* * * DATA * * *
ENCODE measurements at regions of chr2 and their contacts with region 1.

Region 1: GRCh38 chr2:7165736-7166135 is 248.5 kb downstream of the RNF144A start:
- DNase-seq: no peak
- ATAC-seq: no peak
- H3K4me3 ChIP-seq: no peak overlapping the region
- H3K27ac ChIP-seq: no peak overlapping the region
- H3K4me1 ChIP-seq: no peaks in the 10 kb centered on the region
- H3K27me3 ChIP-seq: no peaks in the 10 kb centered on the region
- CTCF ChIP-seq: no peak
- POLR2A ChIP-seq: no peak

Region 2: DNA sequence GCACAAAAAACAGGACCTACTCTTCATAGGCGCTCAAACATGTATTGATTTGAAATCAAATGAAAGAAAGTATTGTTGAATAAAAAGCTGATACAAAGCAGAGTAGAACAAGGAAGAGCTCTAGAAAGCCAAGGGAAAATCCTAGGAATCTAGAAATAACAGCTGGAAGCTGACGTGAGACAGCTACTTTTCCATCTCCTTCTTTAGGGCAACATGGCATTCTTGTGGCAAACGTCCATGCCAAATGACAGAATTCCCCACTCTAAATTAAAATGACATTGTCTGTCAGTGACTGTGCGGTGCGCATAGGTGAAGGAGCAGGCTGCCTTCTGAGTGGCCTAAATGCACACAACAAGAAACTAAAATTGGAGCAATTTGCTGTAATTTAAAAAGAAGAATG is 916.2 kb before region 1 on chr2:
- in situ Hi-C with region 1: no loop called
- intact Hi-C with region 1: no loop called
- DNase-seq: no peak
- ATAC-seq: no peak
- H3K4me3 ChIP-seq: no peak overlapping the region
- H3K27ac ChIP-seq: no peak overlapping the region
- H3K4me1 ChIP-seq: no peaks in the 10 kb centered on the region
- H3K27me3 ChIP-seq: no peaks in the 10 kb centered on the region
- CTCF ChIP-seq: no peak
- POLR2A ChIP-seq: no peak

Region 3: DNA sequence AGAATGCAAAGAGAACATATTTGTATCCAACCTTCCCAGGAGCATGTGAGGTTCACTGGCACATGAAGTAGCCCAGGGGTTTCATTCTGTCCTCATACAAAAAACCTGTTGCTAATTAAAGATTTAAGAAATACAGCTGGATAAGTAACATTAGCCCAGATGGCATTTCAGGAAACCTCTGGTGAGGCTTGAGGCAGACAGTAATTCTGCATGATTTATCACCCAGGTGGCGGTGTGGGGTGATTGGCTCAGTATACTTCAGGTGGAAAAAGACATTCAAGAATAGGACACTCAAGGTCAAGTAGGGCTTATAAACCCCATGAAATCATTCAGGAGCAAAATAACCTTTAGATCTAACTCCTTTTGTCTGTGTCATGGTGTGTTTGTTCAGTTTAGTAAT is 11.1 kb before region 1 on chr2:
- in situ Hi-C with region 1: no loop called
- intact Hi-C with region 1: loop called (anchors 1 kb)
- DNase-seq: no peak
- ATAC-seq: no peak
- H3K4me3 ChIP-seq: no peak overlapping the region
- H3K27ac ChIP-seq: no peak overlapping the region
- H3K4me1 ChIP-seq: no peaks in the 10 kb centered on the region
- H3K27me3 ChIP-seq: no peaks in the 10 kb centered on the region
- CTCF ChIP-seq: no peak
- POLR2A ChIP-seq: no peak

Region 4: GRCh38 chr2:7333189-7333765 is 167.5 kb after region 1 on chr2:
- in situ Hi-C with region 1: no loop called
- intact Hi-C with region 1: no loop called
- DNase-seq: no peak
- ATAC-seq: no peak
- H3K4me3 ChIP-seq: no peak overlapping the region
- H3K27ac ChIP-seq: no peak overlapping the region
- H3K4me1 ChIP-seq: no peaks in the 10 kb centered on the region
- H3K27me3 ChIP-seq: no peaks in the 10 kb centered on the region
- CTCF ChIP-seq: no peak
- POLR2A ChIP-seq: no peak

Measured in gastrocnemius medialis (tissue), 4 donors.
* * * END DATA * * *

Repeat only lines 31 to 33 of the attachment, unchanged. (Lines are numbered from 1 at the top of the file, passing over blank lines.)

- CTCF ChIP-seq: no peak
- POLR2A ChIP-seq: no peak

Region 4: GRCh38 chr2:7333189-7333765 is 167.5 kb after region 1 on chr2: